Sheffield Philharmonic Orchestra Immersive Concert Review 09/06/2018
It is often a shame that orchestras work on fantastic programmes of music, yet only perform it out to the public once or maybe twice. The Sheffield Philharmonic Orchestra (SPO) however, have learned a jam-packed programme of Spanish-influenced music and their concert on the 9th June was the first of a trio of summer performances. I have been playing with this orchestra now for a few months, and so far it has been a fantastic experience. I have made new friends, learned a lot about my playing and have had the opportunity to play some of my favourite orchestral music. Our programme included:
Rimsky-Korsakov: Capriccio Espagnol
Bizet: Carmen Suite No. 1 and 2 (Excerpts)
Cole Porter: So in Love
Andrew Lloyd-Webber: Don’t Cry For Me Argentina
For me, the highlights of this concert were the Bernstein and Marquéz, as both of these pieces were certainly the most exciting of the programme. The concentration and passion the orchestra gave to these pieces was so exciting to see and be a part of. The Bernstein in particular is an incredibly difficult work to perform for all sections of the orchestra, and even at the end of the concert everybody had saved a lot of energy for it. Jack Lovell’s conducting, as always, was clear, concise and his friendly approach to this orchestra is commendable. His daring programme has definitely been worth the all the rehearsals.
The orchestra were lucky to be joined by London-based soprano Felicity Hayward, who came to sing some show tunes that Jack Lovell had orchestrated, as well as an aria from one of the Carmen suites. Her performances were outstanding, and it was only a shame she didn’t sing more songs!
With the concert opening with the Rimsky-Korsakov and Bizet, there was a nice mix of known and lesser-known pieces of music. On the whole the orchestra did a good job at following and being sensitive about dynamics and solo passages. Some of the faster passages, especially those up in the higher register were slightly unbalanced at times, with tuning perhaps being the main issue here. It is always going to be hard to control that many people’s tuning, and on the whole it all sounded fantastic. Solo lines played by the trumpet, flute, horn and clarinet were all flawless and added to the professional quality of the concert.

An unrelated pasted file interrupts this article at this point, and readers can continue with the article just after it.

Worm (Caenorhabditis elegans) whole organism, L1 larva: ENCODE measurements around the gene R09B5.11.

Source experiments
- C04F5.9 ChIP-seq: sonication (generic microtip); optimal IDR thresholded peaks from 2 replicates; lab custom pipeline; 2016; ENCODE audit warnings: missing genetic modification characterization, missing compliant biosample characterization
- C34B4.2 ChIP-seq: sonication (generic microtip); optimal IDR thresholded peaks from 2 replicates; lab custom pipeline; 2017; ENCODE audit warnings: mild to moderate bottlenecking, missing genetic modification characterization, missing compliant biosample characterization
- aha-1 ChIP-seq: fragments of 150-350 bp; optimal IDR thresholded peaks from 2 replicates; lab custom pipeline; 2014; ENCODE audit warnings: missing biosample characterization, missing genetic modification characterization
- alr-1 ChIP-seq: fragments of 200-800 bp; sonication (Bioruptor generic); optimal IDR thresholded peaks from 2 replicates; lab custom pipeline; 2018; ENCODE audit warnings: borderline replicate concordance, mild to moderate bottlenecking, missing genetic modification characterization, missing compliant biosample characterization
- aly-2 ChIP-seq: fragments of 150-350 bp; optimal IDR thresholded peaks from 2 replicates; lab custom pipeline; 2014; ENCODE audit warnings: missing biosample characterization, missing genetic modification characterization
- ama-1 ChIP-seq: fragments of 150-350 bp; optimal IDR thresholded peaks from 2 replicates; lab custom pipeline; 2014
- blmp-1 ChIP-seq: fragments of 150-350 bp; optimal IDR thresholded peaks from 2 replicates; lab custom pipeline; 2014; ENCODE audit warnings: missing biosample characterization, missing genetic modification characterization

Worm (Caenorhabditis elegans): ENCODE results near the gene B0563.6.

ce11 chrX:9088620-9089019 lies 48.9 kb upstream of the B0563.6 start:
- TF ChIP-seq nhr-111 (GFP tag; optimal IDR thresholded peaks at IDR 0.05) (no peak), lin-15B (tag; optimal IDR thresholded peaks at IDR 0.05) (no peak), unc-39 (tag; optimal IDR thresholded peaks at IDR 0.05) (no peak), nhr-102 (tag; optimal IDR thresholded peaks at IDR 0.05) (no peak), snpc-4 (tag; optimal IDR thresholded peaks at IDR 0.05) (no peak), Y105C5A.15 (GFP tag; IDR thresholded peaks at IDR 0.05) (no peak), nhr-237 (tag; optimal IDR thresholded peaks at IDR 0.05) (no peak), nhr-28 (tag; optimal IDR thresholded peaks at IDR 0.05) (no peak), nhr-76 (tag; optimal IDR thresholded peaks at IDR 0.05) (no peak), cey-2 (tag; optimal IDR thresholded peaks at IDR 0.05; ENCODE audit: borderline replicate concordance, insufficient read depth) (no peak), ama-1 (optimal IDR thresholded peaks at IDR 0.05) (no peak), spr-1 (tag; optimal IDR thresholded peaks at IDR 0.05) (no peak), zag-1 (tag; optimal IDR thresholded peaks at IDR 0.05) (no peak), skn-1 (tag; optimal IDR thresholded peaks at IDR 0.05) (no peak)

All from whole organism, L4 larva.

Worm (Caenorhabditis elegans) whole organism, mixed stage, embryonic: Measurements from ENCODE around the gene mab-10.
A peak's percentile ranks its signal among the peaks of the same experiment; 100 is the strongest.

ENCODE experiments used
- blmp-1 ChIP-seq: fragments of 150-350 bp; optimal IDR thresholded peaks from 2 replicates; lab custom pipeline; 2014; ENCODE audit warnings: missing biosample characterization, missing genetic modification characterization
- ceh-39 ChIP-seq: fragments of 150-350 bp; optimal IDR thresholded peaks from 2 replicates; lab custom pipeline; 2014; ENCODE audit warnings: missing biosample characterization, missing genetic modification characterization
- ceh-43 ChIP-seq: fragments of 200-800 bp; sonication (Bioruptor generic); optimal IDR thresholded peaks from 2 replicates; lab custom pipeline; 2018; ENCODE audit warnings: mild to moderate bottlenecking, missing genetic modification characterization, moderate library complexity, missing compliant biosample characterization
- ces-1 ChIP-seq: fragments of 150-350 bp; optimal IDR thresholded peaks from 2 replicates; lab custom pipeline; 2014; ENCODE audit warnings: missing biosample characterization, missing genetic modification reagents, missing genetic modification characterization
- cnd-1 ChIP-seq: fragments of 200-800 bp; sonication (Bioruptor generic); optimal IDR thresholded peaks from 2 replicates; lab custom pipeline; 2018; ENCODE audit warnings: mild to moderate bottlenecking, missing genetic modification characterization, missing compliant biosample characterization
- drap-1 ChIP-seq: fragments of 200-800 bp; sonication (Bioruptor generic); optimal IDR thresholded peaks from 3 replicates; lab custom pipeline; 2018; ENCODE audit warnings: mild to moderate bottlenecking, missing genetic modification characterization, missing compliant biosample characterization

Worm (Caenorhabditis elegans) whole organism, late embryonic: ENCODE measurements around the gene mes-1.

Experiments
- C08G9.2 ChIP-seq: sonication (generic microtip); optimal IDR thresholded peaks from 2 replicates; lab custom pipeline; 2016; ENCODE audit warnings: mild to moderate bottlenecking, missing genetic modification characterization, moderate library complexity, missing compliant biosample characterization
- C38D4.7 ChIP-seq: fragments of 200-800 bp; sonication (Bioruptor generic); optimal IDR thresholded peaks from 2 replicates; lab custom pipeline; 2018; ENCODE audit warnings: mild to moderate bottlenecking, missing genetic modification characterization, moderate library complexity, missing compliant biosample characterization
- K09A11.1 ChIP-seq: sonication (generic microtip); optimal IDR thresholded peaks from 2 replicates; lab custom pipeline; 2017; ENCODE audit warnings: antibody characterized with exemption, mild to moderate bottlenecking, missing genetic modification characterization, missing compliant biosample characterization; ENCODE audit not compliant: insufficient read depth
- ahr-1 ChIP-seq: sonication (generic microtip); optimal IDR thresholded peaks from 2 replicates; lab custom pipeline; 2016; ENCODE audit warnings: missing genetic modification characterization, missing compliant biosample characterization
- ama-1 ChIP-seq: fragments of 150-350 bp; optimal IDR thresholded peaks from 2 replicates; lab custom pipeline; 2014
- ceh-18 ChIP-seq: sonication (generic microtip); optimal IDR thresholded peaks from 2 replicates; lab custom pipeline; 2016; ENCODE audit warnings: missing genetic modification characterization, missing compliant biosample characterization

Playing the Marquéz at the end of the first half was a celebration to say the least. Not to be bias, but the brass section were fantastic in this piece, with their sound blending nicely and offering a realistic Mexican flavour to the concert programme. Solos from the clarinet and trumpet were real standouts in this work. Bravo to all!
In the second half the orchestra performed some show tunes with Felicity Hayward, and as aforementioned, her presence was professional and her talent was endless. The overture and Summertime from Porgy and Bess was my highlight here, with the orchestra accompanying her with ease making the whole sound flow. The control from all areas of the orchestra here was commendable, and Jack’s conducting was clear and easy to follow in some of the more tricky changes.
To complete the concert we brought out the big show piece by playing Bernstein’s Symphonic Dances from West Side Story. This is a work that was on my bucket list to play in my lifetime, so I was super chuffed when Jack got this out a few months ago! Full of fast changes, complex rhythms and a wealth of key changes, this piece is not for the faint hearted. The piece gave the orchestra a real challenge, and after all these months of rehearsals, I’d say it paid off at this concert. Luckily for us, we get to play it another two times in the next few weeks, so we can improve on our first performance. The orchestra were attentive, professional and played the score out very well.
Overall this was a highly successful concert, and the level of playing was fantastic. I can only imagine this orchestra improving after every concert. If you like the sound of this programme then you can find information about the next two here.
Bravo to all involved – here’s to the next concert!
©Alex Burns 2018
To hear a taste of what’s to come, take a look at this video taken of Bizet’s Carmen suites in the last concert: